Beyond the constant back and forth of constructing and upgrading buildings we also had the option to send out our Hero onto “Adventures”. They weren’t as exciting as they sound, it was literally just clicking one of 5 different adventures that would make our Hero disappear to complete his own quest after about 30mins and bring back some type of reward. Once we’d built a Barracks we could train up units and send them to attack an Oasis; each time we sent them out (as the quest told us to) our units just got obliterated, it didn’t seem like the rewards we were getting were justifying the amount of resources we were spending on building the troops in the first place though. Again, combat is a simple affair, selecting our target, selecting the troops we wanted to attack, then waiting however long it took them to travel there until the game sent us a report to say if we were victorious or not. It’s not an interesting combat system, but it’s efficient for the type of game that Travian is, unfortunately it is considerably less tactical than a game such as Call of War 1942.
The main focus of the game, at least on an individual level, is to keep building up your village and then try to acquire more to build up your Empire, which improves your score. Players can train up settlers to found new villages through the world map or they can use their troops to conquer other player’s villages (though you can’t conquer a player’s first main village). However, unlike other games, Travian does have a final victory condition. On the main standard servers the aim of the game is to build a Wonder of the World before anyone else, these structures take hours to complete and millions of resources, so obviously no individual player is going to be able to complete it and so players must form alliances. As players form alliances to cooperate with each other, so too do they use their alliance to destroy other alliances and stopping them from winning. For Fire & Sand player still need to build up a strong Alliance, but will constantly be forced into more aggressive play battling for regions.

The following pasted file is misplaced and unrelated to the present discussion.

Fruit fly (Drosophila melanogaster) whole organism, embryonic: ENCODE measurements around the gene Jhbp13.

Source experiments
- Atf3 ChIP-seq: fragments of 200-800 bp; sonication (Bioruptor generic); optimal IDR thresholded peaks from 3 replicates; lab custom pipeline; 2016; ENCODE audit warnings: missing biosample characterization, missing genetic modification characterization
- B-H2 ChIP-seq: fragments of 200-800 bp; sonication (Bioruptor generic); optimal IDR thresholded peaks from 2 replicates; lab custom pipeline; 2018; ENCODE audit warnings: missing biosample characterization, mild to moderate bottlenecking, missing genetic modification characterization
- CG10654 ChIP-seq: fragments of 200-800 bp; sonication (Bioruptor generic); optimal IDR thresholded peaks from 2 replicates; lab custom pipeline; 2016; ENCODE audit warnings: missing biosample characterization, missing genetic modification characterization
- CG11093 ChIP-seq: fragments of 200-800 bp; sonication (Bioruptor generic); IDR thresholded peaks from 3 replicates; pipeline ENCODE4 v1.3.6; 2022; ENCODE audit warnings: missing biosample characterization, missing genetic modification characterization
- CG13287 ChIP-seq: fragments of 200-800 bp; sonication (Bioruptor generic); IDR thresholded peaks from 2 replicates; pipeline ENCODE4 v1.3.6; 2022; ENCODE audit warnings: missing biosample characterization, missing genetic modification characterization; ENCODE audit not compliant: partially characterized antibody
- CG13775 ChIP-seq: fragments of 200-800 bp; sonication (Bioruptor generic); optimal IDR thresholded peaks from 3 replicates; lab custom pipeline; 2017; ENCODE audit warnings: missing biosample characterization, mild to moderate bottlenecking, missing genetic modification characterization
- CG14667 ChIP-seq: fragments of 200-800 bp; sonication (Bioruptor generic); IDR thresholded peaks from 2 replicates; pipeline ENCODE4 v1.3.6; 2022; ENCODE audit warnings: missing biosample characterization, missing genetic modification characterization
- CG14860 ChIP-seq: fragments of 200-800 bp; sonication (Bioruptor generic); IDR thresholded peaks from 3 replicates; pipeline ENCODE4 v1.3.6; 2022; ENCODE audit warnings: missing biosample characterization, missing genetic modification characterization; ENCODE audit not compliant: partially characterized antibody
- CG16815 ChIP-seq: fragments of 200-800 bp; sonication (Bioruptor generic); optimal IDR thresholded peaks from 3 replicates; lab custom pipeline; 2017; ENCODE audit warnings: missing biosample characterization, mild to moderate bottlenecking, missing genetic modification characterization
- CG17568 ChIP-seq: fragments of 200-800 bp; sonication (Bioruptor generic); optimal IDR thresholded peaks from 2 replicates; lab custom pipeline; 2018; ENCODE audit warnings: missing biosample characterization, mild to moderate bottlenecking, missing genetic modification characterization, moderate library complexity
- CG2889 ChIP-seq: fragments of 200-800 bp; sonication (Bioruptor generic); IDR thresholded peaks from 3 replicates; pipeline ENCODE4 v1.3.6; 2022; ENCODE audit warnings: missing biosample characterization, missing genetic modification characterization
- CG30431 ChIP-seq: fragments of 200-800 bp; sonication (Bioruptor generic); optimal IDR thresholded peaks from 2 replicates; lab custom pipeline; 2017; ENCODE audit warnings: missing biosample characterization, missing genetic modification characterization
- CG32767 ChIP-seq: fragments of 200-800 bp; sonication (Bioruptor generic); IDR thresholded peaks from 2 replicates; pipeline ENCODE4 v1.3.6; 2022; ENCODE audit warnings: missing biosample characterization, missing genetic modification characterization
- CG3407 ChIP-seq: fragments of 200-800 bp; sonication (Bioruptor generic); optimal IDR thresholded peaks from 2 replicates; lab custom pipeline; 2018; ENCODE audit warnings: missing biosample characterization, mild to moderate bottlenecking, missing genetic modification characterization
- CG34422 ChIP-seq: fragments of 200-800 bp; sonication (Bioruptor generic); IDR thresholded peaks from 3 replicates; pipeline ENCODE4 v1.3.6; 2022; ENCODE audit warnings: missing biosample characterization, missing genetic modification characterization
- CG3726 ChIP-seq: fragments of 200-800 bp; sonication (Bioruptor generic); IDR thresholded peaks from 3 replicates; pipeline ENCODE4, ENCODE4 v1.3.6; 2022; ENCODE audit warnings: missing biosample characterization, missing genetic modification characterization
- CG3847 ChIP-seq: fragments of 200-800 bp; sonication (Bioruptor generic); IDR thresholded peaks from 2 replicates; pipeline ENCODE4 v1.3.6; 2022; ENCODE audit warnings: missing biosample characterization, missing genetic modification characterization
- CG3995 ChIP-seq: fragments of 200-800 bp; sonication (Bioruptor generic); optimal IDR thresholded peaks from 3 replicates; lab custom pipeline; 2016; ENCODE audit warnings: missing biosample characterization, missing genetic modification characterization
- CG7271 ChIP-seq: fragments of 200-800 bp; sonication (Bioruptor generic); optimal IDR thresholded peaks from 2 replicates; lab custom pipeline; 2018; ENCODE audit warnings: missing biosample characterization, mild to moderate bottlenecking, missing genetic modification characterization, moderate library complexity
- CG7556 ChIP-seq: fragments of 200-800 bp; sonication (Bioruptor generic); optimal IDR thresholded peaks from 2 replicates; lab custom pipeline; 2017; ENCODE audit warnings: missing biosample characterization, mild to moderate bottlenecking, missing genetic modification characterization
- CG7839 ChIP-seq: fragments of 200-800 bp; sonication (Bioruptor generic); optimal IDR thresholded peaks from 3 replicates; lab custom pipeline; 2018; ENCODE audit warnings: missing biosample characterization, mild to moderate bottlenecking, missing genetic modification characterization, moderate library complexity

We can see where this element of the game would be fun. We can see that the micro-management of multiple villages, managing your time and resources between them all would be a hell of a lot more involved. Unfortunately it takes forever to get there, this level of interesting gameplay is literally non-existent for the first few days and even weeks of playing Travian. The standard servers game length does last nearly a year, so players need to be in it for the long haul, but early days is very boring.
For the few days we played we were constantly hitting walls due to running out of resources, or waiting on building queues, or not being able to do one thing as we were waiting to hit the pre-requisites of another. Waiting for armies and our Hero to go out and come back. It was waiting around for hours at a time just to spend a few minutes clicking a few buttons and then being locked out of playing. The early game offers itself to the casual player who doesn’t want to sit there for hours on end, but unfortunately to keep your village progressing efficiently you do still need to check in on it every few hours so the call back is quite demanding. It’s definitely not for everyone, and the early game could be quicker, but late game could definitely offer an interesting experience.